Stop Trying to Destroy The Unions

Posted by: Fri, Oct 29, 2010
Posted in category Government, News, Work

I’m sick of hearing how unions are hurting this country because here in Michigan the unions are what made middle class families. I’m not defending the “Big Wigs” in any union, in my eyes they are just as bad as the corporate CEOs BUT it’s the union workers that are taking the brunt of the non-union movement.

The unions are not as powerful as they used to be for the guys and gals that join them but they do make sure that you receive the benefits you need in order to sustain a life above the poverty level. The health insurance alone, that we are guaranteed as long as my husband puts in the hours outweighs the benefits of any non-union job.

People and politicians complain that union wages are too high and that the workers aren’t worth the pay. That’s simply NOT TRUE. For one, not all union workers are lazy and make spectacles of themselves like the Chrysler workers recently fired for their bad behavior. For two, most of these people work their tail off doing jobs that deserve the pay they receive. As a matter of fact, my husband, a Michigan Union Ironworker, recently had his wages and vacation pay cut. Not to mention that because of a few bad decisions on the part of financial advisers for the union during the stock market crash these guys have no pension to speak of.

When you think that union wages are too high think about this….

The Day in the Life of a Michigan Union Ironworker

For the last 14 years being the wife of an ironworker has brought its toll with the early mornings, long hours and the constant worrying. You see, Ironwork in Michigan is usually done in the metropolitan cities (Detroit, Ann Arbor, Lansing, ect.) meaning that if you want to work as an ironworker you better be prepared to travel.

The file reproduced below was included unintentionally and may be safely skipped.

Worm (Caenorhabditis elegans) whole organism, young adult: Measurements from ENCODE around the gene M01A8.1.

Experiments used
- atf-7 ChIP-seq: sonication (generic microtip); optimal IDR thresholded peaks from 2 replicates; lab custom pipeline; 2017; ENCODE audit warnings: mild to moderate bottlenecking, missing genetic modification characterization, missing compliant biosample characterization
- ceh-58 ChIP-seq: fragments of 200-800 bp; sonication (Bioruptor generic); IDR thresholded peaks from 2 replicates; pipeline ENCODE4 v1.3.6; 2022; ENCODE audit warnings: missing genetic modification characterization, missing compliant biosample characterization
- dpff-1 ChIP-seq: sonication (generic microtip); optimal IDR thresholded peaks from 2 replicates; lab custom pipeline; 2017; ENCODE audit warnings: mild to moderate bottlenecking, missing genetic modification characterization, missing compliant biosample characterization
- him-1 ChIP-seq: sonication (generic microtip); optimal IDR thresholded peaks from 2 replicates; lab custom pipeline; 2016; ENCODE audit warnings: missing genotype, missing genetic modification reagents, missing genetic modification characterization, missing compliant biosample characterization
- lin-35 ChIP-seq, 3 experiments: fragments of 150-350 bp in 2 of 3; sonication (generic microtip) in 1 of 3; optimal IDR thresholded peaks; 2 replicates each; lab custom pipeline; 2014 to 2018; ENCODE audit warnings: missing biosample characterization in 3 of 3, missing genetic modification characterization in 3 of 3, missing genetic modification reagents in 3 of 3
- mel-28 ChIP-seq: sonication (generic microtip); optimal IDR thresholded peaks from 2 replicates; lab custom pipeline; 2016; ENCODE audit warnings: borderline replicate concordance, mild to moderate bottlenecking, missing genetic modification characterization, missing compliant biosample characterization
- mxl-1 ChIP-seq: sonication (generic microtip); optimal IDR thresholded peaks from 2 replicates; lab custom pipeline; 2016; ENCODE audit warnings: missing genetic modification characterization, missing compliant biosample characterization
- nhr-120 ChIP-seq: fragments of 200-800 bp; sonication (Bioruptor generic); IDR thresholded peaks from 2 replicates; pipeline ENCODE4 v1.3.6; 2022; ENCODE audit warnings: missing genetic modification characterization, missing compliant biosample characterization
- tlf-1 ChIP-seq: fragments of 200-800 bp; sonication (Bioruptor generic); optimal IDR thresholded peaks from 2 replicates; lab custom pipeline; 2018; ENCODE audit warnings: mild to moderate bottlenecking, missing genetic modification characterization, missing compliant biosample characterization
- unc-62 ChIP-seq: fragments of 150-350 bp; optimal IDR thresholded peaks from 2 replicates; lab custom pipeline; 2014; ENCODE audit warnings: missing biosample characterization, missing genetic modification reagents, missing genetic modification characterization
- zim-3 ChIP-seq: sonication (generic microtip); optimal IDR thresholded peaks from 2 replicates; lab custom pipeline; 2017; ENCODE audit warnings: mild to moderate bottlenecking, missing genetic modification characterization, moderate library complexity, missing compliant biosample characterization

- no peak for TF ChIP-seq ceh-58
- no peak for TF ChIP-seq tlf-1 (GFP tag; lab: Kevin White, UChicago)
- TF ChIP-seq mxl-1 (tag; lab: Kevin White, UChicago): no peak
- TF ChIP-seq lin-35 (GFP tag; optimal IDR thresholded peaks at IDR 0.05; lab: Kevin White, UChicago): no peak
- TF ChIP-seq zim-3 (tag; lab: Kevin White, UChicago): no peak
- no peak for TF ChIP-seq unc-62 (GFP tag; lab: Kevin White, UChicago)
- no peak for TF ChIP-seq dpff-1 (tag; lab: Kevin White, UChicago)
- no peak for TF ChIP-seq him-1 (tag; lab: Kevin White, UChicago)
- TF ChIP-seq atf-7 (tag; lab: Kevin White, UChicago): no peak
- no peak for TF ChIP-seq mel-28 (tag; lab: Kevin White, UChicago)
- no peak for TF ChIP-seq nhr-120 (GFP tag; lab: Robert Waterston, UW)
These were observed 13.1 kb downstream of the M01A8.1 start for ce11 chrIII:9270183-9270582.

My husband Chad starts his day between 3 – 4 am depending on the location of the job he’s working. Due to the area we live in he has to travel on average of 1 ½ to 2 hours in the morning to work and at night after work. That’s over 15 hours a week on the road which is more dangerous than the actual ironwork that he does. Spending 13 – 14 hours a day away from home for a 40 hour paycheck hardly seems worth it. Not to mention what he spends on gas and car maintenance.

Once he finally arrives at the job site its 7 am “grind time” until the end of the day. We’re not talking sitting in a shop pushing a button we’re talking many feet in the air lifting, placing and securing hundreds of pounds of steel.

The union ironworkers also have to deal with a ton of new regulations that are changed almost daily on the job site. They now mostly work from lifts (which in my opinion is sometimes more dangerous than being on the steel). OSHA is making the standards harder on these guys every day and it seems they put more of the responsibility on the worker than they do the company. The ever changing regulations have these ironworkers taking a multitude of training classes just to keep caught up and legal to work. Did I mention the classes are not “paid on the job”, they are after work and in Novi (1 ½ hours away).

At the end of the day, Chad’s body has been maxed out and he’s exhausted (remember, he still has almost two hours of drive time before he reaches home.) He gets to spend a few hours with the family before going to bed to get up early again.

So when you gripe that union workers don’t deserve the high wages they are making think of it this way…

  • 55 hours away from home for 40 hours worth of pay
  • The increase of being seriously injured in a car accident driving almost 4 hours a day
  • The cost of gas to make that drive and the miles that rack up on your car
  • The cost of the equipment, tools, clothing and any thing needed for the job (the companies pay for NOTHING!)
  • The danger that many union workers are placed in every day and the ridicule they get from many in the country that stereotype them with the UAW

When you take the good and the bad I believe the union worker wins overall. You have a diplomatic means to making sure your worker rights are being taken care of. Benefits that are commonly unavailable in the normal workplace are there for you. You are part of a “Brotherhood/Sisterhood” that looks out for each other…like an extended family.

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